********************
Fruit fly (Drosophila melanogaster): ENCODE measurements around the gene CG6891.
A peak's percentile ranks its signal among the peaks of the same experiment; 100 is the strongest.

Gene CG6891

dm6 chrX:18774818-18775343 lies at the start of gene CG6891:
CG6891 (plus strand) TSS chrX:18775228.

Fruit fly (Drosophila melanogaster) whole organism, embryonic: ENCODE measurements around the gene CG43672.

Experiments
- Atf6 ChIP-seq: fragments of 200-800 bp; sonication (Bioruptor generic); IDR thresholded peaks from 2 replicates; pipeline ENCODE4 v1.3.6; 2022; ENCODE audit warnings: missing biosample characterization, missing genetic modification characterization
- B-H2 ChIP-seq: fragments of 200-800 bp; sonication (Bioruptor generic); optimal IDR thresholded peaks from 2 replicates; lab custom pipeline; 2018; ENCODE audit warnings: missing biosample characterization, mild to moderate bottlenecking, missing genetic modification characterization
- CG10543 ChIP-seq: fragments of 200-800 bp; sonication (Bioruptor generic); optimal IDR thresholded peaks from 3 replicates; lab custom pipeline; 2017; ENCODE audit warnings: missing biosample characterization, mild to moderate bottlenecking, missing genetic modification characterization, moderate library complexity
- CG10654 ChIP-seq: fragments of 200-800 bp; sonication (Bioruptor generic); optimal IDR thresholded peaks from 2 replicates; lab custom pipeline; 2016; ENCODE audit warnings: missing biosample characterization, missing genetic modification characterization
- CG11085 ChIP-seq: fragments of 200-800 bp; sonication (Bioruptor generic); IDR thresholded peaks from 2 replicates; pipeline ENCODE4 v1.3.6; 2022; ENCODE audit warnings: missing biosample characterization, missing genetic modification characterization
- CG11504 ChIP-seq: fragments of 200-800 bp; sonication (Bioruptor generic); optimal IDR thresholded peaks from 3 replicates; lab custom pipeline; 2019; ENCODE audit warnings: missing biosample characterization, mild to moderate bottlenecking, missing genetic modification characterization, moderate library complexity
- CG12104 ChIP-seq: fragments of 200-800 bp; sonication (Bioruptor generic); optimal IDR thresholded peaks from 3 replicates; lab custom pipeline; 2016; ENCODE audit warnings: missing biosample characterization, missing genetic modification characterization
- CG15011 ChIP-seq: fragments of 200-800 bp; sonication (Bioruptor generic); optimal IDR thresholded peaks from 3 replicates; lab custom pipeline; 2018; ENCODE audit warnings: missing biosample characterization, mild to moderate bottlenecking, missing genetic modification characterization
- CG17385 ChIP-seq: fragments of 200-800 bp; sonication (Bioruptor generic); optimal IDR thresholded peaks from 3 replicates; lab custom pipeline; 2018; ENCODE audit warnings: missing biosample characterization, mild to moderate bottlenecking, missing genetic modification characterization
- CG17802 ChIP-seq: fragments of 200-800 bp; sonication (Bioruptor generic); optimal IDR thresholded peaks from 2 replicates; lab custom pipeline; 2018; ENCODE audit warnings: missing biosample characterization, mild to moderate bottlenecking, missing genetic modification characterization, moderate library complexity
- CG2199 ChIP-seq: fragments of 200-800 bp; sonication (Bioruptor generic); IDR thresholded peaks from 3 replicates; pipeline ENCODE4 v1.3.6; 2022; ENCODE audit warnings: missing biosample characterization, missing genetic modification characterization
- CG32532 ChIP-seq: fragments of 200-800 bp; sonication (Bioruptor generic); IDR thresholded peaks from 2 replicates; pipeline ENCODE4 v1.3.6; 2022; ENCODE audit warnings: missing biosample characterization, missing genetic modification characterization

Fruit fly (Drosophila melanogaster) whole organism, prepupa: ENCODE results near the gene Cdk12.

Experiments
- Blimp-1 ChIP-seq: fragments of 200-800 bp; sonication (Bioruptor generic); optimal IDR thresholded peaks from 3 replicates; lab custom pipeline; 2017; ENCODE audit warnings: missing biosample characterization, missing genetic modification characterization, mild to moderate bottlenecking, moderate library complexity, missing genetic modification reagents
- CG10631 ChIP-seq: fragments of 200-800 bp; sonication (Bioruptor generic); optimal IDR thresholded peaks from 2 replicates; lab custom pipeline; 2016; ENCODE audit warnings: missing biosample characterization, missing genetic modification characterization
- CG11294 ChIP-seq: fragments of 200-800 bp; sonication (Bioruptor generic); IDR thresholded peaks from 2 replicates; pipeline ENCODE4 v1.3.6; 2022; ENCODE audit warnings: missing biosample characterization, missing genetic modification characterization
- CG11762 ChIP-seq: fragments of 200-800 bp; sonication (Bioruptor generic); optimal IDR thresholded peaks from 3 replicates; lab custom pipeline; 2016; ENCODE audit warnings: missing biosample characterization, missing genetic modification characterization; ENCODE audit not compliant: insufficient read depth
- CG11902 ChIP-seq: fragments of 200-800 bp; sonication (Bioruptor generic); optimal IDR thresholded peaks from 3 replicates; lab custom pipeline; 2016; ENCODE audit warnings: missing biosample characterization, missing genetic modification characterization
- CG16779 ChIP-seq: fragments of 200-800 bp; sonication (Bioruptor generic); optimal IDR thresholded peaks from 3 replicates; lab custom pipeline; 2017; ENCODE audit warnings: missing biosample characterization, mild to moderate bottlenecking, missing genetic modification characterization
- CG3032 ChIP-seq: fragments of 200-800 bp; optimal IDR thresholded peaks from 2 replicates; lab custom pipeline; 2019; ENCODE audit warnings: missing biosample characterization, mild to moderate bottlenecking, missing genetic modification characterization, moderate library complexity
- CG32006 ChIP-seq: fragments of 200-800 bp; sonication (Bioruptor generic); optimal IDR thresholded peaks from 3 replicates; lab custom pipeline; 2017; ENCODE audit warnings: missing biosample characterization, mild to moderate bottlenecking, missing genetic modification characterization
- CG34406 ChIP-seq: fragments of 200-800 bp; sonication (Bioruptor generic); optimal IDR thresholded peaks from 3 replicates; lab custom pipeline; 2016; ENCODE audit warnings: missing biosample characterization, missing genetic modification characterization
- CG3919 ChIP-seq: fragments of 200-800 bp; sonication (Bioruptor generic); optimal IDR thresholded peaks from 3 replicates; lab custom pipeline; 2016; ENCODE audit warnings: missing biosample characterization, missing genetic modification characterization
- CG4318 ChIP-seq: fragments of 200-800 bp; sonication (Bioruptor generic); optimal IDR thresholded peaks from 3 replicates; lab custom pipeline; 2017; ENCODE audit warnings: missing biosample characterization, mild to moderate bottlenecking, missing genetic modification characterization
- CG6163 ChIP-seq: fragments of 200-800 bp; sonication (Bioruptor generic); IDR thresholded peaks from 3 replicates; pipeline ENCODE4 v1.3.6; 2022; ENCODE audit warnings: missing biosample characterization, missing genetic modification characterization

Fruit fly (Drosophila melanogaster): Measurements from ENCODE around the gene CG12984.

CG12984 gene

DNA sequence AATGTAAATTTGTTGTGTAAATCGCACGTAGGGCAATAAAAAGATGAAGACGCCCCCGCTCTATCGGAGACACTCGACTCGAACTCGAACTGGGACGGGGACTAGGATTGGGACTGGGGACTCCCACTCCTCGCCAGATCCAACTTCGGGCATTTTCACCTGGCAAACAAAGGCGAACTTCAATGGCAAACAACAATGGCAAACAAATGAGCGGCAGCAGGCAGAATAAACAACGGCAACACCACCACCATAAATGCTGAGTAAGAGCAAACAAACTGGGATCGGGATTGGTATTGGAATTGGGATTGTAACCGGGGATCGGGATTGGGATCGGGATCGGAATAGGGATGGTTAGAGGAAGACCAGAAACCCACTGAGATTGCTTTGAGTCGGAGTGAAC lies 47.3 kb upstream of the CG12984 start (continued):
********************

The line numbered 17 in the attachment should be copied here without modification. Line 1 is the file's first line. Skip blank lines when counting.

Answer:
- CG17802 ChIP-seq: fragments of 200-800 bp; sonication (Bioruptor generic); optimal IDR thresholded peaks from 2 replicates; lab custom pipeline; 2018; ENCODE audit warnings: missing biosample characterization, mild to moderate bottlenecking, missing genetic modification characterization, moderate library complexity